The Nemours Mansion and Estate in Wilmington, Delaware – Alfred DuPont had a penchant for the finer things in life. He married his wife, Alicia, in 1907, and made it his life’s work to express his love for her in as many ways as he could. The grandest of his gifts to her was the home he built for her on a sprawling piece of land, 3000 acres in size. Alicia adored the French Renaissance architectural style, so DuPont hired the most prestigious architects in New York, Carrere & Hastings, to design and build his new wife’s home. DuPont’s great, great, grandfather had been an official in France, and Alfred named their new estate after the small French town his relative had presided over: Nemours. While the past certainly served as inspiration for the mansion and grounds, DuPont also spared no expense to ensure that this home would be entirely modern, with new technologies that even included inventions of his own.
The home was built with its very own library, as his wife also loved reading. In the almost 2000 books within this library, there are several originals, many of which were written by French authors like Hugo and Voltaire. The paneling within the library is Jacobean oak, and the painting hanging above the mantle is an amazing copy of an English painting from the 1600s. There are also works by Cranach, Breugel, and Romney.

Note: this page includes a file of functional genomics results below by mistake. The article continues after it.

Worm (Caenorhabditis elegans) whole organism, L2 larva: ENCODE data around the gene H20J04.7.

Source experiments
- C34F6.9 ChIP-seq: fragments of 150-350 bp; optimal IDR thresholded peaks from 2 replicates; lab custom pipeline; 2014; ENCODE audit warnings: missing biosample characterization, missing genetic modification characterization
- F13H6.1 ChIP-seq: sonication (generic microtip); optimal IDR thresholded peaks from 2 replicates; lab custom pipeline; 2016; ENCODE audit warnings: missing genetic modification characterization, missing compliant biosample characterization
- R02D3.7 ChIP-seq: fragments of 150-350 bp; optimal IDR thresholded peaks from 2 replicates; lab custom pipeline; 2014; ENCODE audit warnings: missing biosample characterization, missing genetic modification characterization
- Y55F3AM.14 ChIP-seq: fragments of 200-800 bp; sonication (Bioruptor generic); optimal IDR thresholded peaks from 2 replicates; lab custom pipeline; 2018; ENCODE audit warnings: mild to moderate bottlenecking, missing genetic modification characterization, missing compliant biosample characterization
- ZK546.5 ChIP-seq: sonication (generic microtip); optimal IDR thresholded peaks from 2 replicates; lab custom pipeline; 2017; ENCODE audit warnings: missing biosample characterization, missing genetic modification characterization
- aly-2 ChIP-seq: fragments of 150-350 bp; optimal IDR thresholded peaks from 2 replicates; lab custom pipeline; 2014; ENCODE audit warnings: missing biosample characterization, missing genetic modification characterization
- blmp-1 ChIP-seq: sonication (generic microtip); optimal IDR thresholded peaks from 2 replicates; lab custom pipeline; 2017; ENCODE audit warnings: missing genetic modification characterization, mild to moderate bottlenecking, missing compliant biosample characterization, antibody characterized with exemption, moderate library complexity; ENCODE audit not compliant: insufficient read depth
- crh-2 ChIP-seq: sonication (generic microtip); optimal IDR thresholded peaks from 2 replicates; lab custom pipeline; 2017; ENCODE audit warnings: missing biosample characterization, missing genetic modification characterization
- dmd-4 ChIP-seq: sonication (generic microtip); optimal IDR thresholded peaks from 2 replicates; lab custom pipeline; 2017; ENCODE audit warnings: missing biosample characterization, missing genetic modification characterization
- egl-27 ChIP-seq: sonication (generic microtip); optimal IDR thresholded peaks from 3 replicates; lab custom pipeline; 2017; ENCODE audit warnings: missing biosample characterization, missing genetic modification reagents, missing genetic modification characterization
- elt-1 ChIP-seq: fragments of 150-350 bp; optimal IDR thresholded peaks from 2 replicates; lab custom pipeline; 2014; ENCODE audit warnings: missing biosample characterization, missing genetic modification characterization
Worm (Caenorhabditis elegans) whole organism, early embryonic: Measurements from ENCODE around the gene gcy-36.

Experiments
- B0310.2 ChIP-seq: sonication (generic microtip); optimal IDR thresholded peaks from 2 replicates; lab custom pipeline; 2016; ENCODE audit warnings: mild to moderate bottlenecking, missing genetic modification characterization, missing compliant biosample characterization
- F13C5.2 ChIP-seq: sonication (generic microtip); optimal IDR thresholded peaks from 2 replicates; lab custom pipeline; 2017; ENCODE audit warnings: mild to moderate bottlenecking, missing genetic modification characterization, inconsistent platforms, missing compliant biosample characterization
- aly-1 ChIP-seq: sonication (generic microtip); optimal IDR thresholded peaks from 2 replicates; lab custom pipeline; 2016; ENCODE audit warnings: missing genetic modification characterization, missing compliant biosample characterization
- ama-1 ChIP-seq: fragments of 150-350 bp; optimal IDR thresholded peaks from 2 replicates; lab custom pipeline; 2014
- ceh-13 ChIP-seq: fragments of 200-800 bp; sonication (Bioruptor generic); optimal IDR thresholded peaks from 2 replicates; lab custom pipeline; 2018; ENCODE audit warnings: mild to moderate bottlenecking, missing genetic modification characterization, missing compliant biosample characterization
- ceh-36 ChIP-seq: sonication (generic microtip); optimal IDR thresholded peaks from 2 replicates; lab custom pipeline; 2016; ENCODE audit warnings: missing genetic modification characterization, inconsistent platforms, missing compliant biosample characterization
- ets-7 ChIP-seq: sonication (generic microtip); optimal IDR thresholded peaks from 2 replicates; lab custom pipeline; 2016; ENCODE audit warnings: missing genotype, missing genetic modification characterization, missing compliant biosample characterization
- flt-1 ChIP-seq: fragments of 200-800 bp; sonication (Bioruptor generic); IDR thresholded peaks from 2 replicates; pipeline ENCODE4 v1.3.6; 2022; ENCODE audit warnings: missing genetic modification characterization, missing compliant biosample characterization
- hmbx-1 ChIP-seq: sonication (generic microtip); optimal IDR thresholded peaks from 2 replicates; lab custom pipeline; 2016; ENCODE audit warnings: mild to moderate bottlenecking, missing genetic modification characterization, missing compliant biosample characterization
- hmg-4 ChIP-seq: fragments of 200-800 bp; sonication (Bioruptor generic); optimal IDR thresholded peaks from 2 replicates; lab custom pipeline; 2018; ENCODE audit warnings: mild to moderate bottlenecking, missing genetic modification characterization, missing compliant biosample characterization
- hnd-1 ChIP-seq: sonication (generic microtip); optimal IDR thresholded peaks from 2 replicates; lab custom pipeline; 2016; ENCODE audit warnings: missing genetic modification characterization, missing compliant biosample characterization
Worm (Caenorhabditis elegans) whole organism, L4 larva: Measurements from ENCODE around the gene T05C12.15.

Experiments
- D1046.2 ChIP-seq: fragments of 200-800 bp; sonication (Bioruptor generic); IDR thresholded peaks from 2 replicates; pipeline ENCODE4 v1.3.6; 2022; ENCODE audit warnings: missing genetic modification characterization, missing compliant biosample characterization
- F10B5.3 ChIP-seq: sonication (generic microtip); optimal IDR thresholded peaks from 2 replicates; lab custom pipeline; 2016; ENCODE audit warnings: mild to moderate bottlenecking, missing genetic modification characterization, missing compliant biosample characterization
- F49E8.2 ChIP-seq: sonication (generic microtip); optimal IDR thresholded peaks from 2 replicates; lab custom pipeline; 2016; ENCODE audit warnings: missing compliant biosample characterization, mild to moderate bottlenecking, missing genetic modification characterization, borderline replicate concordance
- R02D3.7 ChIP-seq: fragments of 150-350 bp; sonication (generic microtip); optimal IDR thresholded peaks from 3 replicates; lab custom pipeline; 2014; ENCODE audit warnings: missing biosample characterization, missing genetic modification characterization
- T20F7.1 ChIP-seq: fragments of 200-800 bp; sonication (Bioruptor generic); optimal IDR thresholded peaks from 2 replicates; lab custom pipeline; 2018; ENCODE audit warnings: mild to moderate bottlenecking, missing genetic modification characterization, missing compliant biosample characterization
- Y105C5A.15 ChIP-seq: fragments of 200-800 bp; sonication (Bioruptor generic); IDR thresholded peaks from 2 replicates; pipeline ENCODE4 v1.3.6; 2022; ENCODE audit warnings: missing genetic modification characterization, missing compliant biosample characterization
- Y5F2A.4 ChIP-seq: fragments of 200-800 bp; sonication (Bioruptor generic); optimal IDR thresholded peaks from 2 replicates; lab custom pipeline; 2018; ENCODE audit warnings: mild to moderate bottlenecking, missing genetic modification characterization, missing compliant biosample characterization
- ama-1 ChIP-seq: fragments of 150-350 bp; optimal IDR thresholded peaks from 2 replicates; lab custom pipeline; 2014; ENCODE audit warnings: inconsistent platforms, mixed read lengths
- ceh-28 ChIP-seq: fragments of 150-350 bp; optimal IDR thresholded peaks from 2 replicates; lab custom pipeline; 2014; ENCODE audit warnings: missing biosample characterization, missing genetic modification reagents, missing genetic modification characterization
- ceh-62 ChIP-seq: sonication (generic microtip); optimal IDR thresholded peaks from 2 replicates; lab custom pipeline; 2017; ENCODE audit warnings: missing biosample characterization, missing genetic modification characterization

Above the doorway is a depiction of the 1500s Flemish version of Adoration of the Magi.
The DuPont’s enjoyed good food, so there was no expense spared on the kitchen and formal dining area. While usually they would simply take their meals on a tray and eat in the sitting room, when the occasion arose for formal dining, even if it was just the two of them, their attire was nothing short of exquisite when they dined in the formal dining room.
The table, when it has all of its leaves, is over twenty feet long. A chandelier hangs above the table, and legend says that the chandelier came from the palace in Austria where much of Marie Antoinette’s childhood was spent. In fact, above the cabinet hangs her portrait, and her husband’s portrait, that of Louis XVI, hangs above the mantle.